By BILL ARCHER
Bluefield Daily Telegraph
By way of example, “Big” Al Palmer, a fire boss and roof bolter operator at a Wyoming County coal mine, cut loose with a Tarzan yell like the one he uses in the mines to get the attention of his fellow coal miners.
“We are like family in the mines,” Palmer said. “I love my people. I love my work and I love my industry.”
Palmer’s father worked for Eastern Coal in McDowell County, both of his grandfathers worked in the mines in Mercer County and now his son works in the same mine where he works.
“My question is, how can something that has been so great for all these years wind up being so bad in just four years,” he said. “The coal that we have mined here has fueled and powered this country for almost 200 years. The steel that you have that’s holding this building up came from the high-grade coal that came from right here in this part of the country.
“The government has taken all of that away from us,” Palmer continued. “Now, we’re sending all that high-grade Pocahontas No. 3 coal overseas where they don’t have scrubbers on their smoke stacks like we do. We’ve wasted our time spending money to prop up failed energy products like Solyndra when we have all the energy we need right here.
“In the past, I’ve actually had people come up to me and thank me for keeping their lights on,” Palmer said. “Now, the government is using our own tax dollars to put us out of work. It bothers me because we’re the ones who industrialized the world. Why would they just turn around and try to shut us down.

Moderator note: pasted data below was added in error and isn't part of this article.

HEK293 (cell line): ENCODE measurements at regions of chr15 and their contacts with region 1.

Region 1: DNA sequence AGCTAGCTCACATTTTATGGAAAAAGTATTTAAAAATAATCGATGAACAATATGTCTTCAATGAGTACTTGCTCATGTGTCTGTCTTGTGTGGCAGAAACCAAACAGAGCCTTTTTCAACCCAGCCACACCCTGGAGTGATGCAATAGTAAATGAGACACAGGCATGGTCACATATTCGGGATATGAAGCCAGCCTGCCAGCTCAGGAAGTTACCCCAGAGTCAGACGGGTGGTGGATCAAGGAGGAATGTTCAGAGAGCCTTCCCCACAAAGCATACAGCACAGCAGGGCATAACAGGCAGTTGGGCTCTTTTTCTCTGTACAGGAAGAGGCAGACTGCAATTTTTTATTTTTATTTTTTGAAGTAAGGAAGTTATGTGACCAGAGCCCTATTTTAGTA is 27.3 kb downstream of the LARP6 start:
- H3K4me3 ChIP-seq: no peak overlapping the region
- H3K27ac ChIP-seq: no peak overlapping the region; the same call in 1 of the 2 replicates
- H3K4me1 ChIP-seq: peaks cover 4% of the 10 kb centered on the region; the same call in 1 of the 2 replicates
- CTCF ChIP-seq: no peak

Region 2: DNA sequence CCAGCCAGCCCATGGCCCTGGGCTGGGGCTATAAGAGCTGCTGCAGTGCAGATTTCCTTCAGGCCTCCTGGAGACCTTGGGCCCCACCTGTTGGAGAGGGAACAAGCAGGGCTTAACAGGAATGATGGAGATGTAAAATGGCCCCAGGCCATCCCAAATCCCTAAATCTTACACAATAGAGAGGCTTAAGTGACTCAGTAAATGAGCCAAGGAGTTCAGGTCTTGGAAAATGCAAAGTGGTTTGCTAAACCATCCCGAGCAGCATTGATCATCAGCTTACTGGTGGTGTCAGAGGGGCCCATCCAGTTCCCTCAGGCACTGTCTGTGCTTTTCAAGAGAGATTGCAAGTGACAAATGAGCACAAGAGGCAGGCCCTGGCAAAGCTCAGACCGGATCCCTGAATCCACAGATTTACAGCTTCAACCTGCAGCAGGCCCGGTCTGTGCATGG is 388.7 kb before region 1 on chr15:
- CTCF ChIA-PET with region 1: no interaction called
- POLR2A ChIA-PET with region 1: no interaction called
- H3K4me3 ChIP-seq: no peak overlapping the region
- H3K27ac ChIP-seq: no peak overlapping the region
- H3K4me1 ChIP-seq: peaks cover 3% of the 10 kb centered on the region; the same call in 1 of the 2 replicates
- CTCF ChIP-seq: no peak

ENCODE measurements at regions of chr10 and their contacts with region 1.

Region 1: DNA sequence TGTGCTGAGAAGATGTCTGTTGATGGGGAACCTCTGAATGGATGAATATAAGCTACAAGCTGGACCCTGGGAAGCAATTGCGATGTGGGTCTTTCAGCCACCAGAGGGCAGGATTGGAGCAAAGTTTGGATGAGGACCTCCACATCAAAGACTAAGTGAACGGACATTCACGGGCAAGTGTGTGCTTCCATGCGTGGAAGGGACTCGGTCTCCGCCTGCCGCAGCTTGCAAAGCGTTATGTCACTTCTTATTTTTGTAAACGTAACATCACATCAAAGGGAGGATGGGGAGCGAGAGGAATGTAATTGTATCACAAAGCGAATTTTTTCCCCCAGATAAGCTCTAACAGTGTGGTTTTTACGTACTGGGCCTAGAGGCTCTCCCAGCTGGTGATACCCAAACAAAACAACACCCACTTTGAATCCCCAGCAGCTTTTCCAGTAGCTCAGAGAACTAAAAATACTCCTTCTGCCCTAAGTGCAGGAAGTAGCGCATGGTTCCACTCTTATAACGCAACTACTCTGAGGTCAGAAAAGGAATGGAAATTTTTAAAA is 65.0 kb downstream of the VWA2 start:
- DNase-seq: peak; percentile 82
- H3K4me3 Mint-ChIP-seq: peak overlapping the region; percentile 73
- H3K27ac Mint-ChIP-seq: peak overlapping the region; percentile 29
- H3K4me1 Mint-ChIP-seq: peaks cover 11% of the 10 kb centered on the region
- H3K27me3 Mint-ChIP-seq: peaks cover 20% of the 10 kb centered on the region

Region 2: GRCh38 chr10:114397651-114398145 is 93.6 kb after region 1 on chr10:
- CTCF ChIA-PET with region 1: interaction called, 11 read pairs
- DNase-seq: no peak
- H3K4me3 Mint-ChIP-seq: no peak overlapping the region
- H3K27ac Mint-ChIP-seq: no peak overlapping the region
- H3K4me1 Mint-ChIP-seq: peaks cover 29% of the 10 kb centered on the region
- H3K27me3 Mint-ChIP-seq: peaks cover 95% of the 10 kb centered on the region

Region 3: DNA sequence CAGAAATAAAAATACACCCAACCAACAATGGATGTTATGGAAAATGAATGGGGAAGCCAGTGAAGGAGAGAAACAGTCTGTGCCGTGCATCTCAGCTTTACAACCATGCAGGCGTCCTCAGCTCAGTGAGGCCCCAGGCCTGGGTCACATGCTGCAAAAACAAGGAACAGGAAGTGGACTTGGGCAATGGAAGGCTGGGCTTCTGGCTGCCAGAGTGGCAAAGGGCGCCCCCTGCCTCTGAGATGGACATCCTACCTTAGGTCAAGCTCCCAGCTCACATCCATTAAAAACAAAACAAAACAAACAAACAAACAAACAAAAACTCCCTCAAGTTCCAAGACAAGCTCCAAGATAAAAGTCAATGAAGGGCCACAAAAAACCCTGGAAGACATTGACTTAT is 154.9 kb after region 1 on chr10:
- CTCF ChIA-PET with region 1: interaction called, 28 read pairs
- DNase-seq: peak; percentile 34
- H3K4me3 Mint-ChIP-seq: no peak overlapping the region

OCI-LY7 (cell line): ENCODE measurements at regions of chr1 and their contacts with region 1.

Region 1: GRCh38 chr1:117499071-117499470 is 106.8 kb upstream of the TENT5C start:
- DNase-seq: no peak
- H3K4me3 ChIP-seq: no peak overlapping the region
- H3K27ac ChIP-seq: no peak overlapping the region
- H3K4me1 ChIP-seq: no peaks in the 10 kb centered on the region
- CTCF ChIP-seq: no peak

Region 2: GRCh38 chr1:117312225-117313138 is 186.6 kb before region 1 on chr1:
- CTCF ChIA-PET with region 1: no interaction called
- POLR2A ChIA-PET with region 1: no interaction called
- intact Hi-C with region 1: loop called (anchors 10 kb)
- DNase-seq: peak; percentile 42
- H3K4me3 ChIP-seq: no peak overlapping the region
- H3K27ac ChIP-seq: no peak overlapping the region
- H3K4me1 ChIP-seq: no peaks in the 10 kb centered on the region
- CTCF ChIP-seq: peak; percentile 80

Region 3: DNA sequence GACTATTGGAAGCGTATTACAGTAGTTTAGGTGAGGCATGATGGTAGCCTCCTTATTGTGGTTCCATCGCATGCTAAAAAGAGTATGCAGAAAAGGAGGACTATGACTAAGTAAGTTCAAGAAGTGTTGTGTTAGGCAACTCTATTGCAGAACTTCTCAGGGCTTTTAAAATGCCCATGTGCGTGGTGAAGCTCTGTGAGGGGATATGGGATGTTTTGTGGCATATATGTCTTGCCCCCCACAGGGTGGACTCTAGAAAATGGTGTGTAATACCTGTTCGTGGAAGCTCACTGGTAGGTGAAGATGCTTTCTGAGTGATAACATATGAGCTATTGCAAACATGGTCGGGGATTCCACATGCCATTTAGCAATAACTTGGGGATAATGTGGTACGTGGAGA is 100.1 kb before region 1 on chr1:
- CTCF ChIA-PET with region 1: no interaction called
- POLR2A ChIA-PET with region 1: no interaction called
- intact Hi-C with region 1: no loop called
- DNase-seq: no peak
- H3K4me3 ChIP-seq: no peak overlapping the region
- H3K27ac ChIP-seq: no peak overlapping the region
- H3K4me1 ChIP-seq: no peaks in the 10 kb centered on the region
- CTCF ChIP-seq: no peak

“Coal miners used to be heroes, but now many of my brothers and sisters in the coal industry fear for their family’s livelihoods,” Palmer said. “We have lost most of our steel jobs to the rest of the world and now it looks like the politicians and the (Environmental Protection Agency) wants to give the mining jobs away to the rest of the world.
“I am not against new sources of energy, but we have spent billions on failed companies,” Palmer said. “We have some of the cleanest-burning power plants in the world, but if they don’t meet EPA standards, why not use those wasted tax dollars to help them buy scrubbers instead of closing them.” Palmer expressed his concerns over the environmental impact of solar panels as well as wind turbines that “kill and harm airborne animals,” he said.
“Four years ago, President Obama promised that the electric utility rates would go up for people who get their power from coal-fired power plants,” Palmer said. “He also promised that if a company tried to build a coal-fired power plant, he would bankrupt them,” Palmer said. “It’s pretty serious when people mess with your job security and your job.”
Palmer said that he can’t stand idly by and watch someone come in with a jackhammer, knock out the foundation and watch my home crumble,” he said. “Coal has powered this nation for years. Please don’t throw us away now.”
In his letter, Palmer provided a history lesson of how the coal industry developed, and included some of personal recollections about how coal was considered as being “vital to our national economy, freedom and strength.”
Palmer said that his boss had asked him not to do his Tarzan yell in the mines for a while, but he said that he asked him to continue the call because it seems to boost morale.
Palmer worked for the power company before going into the mines on April 28, 1980. “I’ve enjoyed coming to work every single day,” he said. “People portray coal miners as not being very smart, but we are professionals and we love what we do,” he said.
— Contact Bill Archer at firstname.lastname@example.org